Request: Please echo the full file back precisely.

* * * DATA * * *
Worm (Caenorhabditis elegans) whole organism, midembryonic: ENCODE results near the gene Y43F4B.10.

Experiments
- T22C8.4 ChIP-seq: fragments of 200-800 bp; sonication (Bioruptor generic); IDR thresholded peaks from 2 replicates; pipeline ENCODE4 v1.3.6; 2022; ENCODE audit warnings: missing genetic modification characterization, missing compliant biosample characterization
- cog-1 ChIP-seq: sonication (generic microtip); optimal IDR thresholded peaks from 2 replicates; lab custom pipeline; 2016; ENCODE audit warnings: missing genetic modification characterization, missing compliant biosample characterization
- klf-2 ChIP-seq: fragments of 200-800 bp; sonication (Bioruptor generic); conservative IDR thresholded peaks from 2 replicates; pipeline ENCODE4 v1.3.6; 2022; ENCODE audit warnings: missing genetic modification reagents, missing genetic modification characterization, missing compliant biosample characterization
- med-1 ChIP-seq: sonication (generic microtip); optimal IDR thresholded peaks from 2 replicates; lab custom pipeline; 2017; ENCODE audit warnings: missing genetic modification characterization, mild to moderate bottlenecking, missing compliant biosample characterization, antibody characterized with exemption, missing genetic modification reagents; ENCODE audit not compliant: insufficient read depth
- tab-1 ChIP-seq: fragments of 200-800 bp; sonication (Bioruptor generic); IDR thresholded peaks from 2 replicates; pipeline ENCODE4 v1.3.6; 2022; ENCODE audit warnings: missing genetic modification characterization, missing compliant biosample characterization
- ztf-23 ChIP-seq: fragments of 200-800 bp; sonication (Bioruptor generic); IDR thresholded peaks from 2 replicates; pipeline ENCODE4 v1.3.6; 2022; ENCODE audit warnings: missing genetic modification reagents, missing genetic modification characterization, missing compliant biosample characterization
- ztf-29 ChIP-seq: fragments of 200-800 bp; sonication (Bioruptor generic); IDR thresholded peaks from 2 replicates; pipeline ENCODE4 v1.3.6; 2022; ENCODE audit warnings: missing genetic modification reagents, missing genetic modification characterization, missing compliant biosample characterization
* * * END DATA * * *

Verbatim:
Worm (Caenorhabditis elegans) whole organism, midembryonic: ENCODE results near the gene Y43F4B.10.

Experiments
- T22C8.4 ChIP-seq: fragments of 200-800 bp; sonication (Bioruptor generic); IDR thresholded peaks from 2 replicates; pipeline ENCODE4 v1.3.6; 2022; ENCODE audit warnings: missing genetic modification characterization, missing compliant biosample characterization
- cog-1 ChIP-seq: sonication (generic microtip); optimal IDR thresholded peaks from 2 replicates; lab custom pipeline; 2016; ENCODE audit warnings: missing genetic modification characterization, missing compliant biosample characterization
- klf-2 ChIP-seq: fragments of 200-800 bp; sonication (Bioruptor generic); conservative IDR thresholded peaks from 2 replicates; pipeline ENCODE4 v1.3.6; 2022; ENCODE audit warnings: missing genetic modification reagents, missing genetic modification characterization, missing compliant biosample characterization
- med-1 ChIP-seq: sonication (generic microtip); optimal IDR thresholded peaks from 2 replicates; lab custom pipeline; 2017; ENCODE audit warnings: missing genetic modification characterization, mild to moderate bottlenecking, missing compliant biosample characterization, antibody characterized with exemption, missing genetic modification reagents; ENCODE audit not compliant: insufficient read depth
- tab-1 ChIP-seq: fragments of 200-800 bp; sonication (Bioruptor generic); IDR thresholded peaks from 2 replicates; pipeline ENCODE4 v1.3.6; 2022; ENCODE audit warnings: missing genetic modification characterization, missing compliant biosample characterization
- ztf-23 ChIP-seq: fragments of 200-800 bp; sonication (Bioruptor generic); IDR thresholded peaks from 2 replicates; pipeline ENCODE4 v1.3.6; 2022; ENCODE audit warnings: missing genetic modification reagents, missing genetic modification characterization, missing compliant biosample characterization
- ztf-29 ChIP-seq: fragments of 200-800 bp; sonication (Bioruptor generic); IDR thresholded peaks from 2 replicates; pipeline ENCODE4 v1.3.6; 2022; ENCODE audit warnings: missing genetic modification reagents, missing genetic modification characterization, missing compliant biosample characterization